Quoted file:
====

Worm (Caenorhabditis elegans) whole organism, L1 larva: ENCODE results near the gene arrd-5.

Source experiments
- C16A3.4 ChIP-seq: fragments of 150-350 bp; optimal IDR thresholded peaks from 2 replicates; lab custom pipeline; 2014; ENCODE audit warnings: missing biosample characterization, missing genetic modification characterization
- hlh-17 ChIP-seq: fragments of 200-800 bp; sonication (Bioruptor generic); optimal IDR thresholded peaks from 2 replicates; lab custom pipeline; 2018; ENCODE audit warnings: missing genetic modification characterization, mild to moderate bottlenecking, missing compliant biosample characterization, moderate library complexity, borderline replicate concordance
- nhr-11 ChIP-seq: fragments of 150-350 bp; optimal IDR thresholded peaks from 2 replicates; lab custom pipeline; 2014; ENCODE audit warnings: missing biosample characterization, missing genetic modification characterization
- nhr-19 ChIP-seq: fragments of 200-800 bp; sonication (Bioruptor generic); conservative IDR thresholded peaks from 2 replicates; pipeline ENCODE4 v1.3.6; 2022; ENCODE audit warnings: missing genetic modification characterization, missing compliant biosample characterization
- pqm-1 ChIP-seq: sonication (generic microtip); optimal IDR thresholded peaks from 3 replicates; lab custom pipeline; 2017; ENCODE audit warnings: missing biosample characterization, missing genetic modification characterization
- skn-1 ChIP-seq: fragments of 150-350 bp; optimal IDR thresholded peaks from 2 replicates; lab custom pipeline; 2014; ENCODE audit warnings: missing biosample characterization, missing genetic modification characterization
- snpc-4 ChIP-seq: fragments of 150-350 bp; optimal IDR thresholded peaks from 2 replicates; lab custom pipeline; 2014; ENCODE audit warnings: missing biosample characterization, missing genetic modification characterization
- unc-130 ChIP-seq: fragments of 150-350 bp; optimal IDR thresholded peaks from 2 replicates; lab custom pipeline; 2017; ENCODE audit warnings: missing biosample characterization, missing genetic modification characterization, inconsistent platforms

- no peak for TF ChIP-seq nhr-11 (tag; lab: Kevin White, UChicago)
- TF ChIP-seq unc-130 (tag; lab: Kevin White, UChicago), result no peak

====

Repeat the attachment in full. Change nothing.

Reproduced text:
Worm (Caenorhabditis elegans) whole organism, L1 larva: ENCODE results near the gene arrd-5.

Source experiments
- C16A3.4 ChIP-seq: fragments of 150-350 bp; optimal IDR thresholded peaks from 2 replicates; lab custom pipeline; 2014; ENCODE audit warnings: missing biosample characterization, missing genetic modification characterization
- hlh-17 ChIP-seq: fragments of 200-800 bp; sonication (Bioruptor generic); optimal IDR thresholded peaks from 2 replicates; lab custom pipeline; 2018; ENCODE audit warnings: missing genetic modification characterization, mild to moderate bottlenecking, missing compliant biosample characterization, moderate library complexity, borderline replicate concordance
- nhr-11 ChIP-seq: fragments of 150-350 bp; optimal IDR thresholded peaks from 2 replicates; lab custom pipeline; 2014; ENCODE audit warnings: missing biosample characterization, missing genetic modification characterization
- nhr-19 ChIP-seq: fragments of 200-800 bp; sonication (Bioruptor generic); conservative IDR thresholded peaks from 2 replicates; pipeline ENCODE4 v1.3.6; 2022; ENCODE audit warnings: missing genetic modification characterization, missing compliant biosample characterization
- pqm-1 ChIP-seq: sonication (generic microtip); optimal IDR thresholded peaks from 3 replicates; lab custom pipeline; 2017; ENCODE audit warnings: missing biosample characterization, missing genetic modification characterization
- skn-1 ChIP-seq: fragments of 150-350 bp; optimal IDR thresholded peaks from 2 replicates; lab custom pipeline; 2014; ENCODE audit warnings: missing biosample characterization, missing genetic modification characterization
- snpc-4 ChIP-seq: fragments of 150-350 bp; optimal IDR thresholded peaks from 2 replicates; lab custom pipeline; 2014; ENCODE audit warnings: missing biosample characterization, missing genetic modification characterization
- unc-130 ChIP-seq: fragments of 150-350 bp; optimal IDR thresholded peaks from 2 replicates; lab custom pipeline; 2017; ENCODE audit warnings: missing biosample characterization, missing genetic modification characterization, inconsistent platforms

- no peak for TF ChIP-seq nhr-11 (tag; lab: Kevin White, UChicago)
- TF ChIP-seq unc-130 (tag; lab: Kevin White, UChicago), result no peak